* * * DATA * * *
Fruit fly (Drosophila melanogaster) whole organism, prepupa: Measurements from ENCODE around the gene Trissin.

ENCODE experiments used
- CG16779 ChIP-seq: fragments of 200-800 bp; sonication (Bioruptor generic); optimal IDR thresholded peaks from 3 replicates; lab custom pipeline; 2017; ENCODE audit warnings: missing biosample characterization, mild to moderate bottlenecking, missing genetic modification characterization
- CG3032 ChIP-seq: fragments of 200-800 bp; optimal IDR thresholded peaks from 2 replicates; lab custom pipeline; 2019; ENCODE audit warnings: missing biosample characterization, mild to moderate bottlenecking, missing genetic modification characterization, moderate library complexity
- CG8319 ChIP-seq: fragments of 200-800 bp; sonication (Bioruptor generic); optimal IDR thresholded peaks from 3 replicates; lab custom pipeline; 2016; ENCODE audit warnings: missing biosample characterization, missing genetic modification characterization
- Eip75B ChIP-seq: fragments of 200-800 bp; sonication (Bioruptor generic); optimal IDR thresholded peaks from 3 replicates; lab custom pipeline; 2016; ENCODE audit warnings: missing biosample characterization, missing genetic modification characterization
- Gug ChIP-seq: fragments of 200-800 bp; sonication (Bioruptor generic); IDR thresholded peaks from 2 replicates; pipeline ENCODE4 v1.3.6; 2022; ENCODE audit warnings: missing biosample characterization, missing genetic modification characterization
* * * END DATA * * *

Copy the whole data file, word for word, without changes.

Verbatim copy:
Fruit fly (Drosophila melanogaster) whole organism, prepupa: Measurements from ENCODE around the gene Trissin.

ENCODE experiments used
- CG16779 ChIP-seq: fragments of 200-800 bp; sonication (Bioruptor generic); optimal IDR thresholded peaks from 3 replicates; lab custom pipeline; 2017; ENCODE audit warnings: missing biosample characterization, mild to moderate bottlenecking, missing genetic modification characterization
- CG3032 ChIP-seq: fragments of 200-800 bp; optimal IDR thresholded peaks from 2 replicates; lab custom pipeline; 2019; ENCODE audit warnings: missing biosample characterization, mild to moderate bottlenecking, missing genetic modification characterization, moderate library complexity
- CG8319 ChIP-seq: fragments of 200-800 bp; sonication (Bioruptor generic); optimal IDR thresholded peaks from 3 replicates; lab custom pipeline; 2016; ENCODE audit warnings: missing biosample characterization, missing genetic modification characterization
- Eip75B ChIP-seq: fragments of 200-800 bp; sonication (Bioruptor generic); optimal IDR thresholded peaks from 3 replicates; lab custom pipeline; 2016; ENCODE audit warnings: missing biosample characterization, missing genetic modification characterization
- Gug ChIP-seq: fragments of 200-800 bp; sonication (Bioruptor generic); IDR thresholded peaks from 2 replicates; pipeline ENCODE4 v1.3.6; 2022; ENCODE audit warnings: missing biosample characterization, missing genetic modification characterization